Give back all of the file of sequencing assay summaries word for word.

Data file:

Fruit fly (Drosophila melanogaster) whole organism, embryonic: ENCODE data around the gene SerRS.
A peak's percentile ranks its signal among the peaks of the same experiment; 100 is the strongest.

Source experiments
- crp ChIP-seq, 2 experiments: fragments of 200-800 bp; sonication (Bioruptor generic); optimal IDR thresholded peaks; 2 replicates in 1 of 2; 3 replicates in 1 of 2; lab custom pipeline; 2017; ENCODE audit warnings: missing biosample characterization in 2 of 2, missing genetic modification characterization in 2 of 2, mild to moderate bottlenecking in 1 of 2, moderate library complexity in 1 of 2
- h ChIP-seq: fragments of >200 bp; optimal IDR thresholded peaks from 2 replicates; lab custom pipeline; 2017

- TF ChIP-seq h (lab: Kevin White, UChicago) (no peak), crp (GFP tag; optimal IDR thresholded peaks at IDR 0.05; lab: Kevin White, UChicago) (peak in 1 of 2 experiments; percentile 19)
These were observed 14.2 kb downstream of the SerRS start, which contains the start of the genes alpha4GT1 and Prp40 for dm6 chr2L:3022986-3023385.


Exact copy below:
Fruit fly (Drosophila melanogaster) whole organism, embryonic: ENCODE data around the gene SerRS.
A peak's percentile ranks its signal among the peaks of the same experiment; 100 is the strongest.

Source experiments
- crp ChIP-seq, 2 experiments: fragments of 200-800 bp; sonication (Bioruptor generic); optimal IDR thresholded peaks; 2 replicates in 1 of 2; 3 replicates in 1 of 2; lab custom pipeline; 2017; ENCODE audit warnings: missing biosample characterization in 2 of 2, missing genetic modification characterization in 2 of 2, mild to moderate bottlenecking in 1 of 2, moderate library complexity in 1 of 2
- h ChIP-seq: fragments of >200 bp; optimal IDR thresholded peaks from 2 replicates; lab custom pipeline; 2017

- TF ChIP-seq h (lab: Kevin White, UChicago) (no peak), crp (GFP tag; optimal IDR thresholded peaks at IDR 0.05; lab: Kevin White, UChicago) (peak in 1 of 2 experiments; percentile 19)
These were observed 14.2 kb downstream of the SerRS start, which contains the start of the genes alpha4GT1 and Prp40 for dm6 chr2L:3022986-3023385.